Sometimes when one writes about personal thoughts and feelings and then presses the “submit” button, they wonder if perhaps the information they just posted was TMI (Too Much Information.) All sorts of thoughts go through the mind, “if I take it down now, no one would have read it yet, right?” and “I just blew it, oh well, I guess many people will think less of me now.” I felt this way when I pressed the wonderful “Publish” button on my last post.
You see, the goal of my writings are to help other people. Right now, I am focusing on homeschooling since it is a big part of our lives. With almost a dozen years now (wow!) under our belt, I feel that I do have a little bit of information to hand over. Whether one is actively homeschooling and looking for advice, information, or just seeing that one is not alone, to those who are investigating to see if homeschooling is right for them or not, it is good to be able to get “real” information.
I am not talking about what the regulations are in the area one is homeschooling, what curricula there is out there or even how to write a schedule. I am talking about the REAL information. What really can one expect when they homeschool? I don’t know about what others think, but for us, the stereotypical homeschool family has children who are obedient, do all their lessons, who listen to their elders (i.e. Mother or Father), who understand time and who are almost always never late, and are ahead of grade level. Oh, and they don’t fight, and they get along with their siblings.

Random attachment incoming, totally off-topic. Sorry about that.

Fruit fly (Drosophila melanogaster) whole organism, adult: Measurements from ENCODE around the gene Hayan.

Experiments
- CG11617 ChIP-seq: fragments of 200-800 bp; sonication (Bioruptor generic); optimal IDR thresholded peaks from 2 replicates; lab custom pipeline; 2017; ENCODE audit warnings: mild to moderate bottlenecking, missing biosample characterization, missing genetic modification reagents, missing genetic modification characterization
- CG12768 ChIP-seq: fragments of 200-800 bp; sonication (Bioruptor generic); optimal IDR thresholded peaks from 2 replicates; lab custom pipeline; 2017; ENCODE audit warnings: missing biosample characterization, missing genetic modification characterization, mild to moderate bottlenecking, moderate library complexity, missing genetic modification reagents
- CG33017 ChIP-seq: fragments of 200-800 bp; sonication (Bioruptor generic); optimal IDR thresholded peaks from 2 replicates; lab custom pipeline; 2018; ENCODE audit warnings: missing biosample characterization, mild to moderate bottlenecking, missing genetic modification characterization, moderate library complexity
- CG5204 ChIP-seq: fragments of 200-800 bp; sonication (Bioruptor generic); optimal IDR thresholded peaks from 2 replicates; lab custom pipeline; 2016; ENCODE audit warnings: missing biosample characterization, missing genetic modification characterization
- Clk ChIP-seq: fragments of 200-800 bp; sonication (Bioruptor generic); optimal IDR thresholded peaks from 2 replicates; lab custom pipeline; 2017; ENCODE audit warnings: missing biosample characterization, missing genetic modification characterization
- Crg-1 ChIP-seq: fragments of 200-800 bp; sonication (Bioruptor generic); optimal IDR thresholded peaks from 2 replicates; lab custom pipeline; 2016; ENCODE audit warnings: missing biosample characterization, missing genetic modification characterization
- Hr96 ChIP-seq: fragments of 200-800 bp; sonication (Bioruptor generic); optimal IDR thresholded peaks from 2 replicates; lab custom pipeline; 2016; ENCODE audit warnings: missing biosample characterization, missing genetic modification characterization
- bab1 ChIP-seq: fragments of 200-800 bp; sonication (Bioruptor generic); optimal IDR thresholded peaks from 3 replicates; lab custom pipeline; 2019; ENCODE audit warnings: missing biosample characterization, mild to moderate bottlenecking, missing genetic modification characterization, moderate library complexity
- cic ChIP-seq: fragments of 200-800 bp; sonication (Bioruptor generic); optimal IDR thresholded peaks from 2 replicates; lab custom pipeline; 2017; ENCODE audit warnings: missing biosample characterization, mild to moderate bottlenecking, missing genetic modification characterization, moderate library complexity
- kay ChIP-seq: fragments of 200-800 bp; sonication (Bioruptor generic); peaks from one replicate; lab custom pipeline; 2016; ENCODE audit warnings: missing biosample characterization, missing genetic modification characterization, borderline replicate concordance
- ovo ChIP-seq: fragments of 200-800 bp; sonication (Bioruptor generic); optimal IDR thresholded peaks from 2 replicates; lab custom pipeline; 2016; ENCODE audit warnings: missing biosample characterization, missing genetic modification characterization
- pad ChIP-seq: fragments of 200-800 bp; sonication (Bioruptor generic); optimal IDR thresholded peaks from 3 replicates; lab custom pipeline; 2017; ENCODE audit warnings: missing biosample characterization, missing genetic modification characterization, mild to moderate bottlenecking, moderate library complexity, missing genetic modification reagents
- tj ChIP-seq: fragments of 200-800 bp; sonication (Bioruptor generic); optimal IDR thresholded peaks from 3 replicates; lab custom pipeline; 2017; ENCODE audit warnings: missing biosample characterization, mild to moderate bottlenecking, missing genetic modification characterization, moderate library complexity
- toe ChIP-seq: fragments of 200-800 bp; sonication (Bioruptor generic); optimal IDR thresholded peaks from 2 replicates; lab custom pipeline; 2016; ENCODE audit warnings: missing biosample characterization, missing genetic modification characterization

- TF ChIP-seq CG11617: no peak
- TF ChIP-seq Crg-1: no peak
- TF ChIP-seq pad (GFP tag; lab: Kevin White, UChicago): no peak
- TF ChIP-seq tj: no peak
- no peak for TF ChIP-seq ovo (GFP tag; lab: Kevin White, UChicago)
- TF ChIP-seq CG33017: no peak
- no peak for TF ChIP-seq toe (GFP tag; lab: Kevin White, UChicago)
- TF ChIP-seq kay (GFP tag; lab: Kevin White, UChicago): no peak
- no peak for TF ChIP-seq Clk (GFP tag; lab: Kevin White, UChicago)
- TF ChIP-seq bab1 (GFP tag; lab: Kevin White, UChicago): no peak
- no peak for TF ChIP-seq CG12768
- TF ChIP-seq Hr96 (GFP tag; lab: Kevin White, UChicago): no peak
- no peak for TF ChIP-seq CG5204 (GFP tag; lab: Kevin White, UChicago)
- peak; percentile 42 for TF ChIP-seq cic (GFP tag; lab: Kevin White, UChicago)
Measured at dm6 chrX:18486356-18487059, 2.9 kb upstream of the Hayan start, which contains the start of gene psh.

And yes, I have learned that stereotypes are not always accurate. Have I internalized that, that is the question.
In my writings, amidst the wonderful things that I do believe we have done and learned, there is something called the Real Life of Homeschooling that I try to show sometimes, and that is… we are humans, not robots; we are all unique and different, our personalities are across the entire spectrum and we (the parents) have all lived a different life and have different priorities and experiences, and we are all given different obstacles we have to overcome.
This means that like everything else we do in life, and just like everyone else in the world, we all have our ups and downs. We all have different ways of teaching, different preferences, different kinds of children. No two homeschooling families are the same, and most importantly, no matter how picture perfect a homeschool family is, there are always challenges and things that just do not go like we want. And, a little secret, I would not want to be that picture perfect family for that would be boring. I like my boys for who they are, for all that they bring into our family, and for all the different ways they challenge me and mold me and make me a better person. So, to be fair to my readers, yes, I am biased, I do like homeschooling, and so when honestly asked for advice, I may tend to lean towards others homeschooling, however, I also have to relate some of our hardships. I have to open myself up and show my wounds.
My last post was hard. Homeschooling is not always easy, but then again, nothing is. This year, after 11 years of homeschooling, we sent a boy to school. It was a very difficult decision for me to make. I thought I failed. Then, just a few months later, we were faced with another hard obstacle – we sent a second boy to school (though he is in town, Baruch Hashem!) Can you say that I thought I failed even more? Not just one, but two gone, within a few months of each other. I am now left with only half. I thought I doubly failed. When I wrote about all the inside feelings that no one ever sees (except my wonderful husband who has been there for me – thank you so much!) how were my readers going take it? What reactions will I receive? I honestly had no clue. I have to say that I was very happily surprised at the responses I received.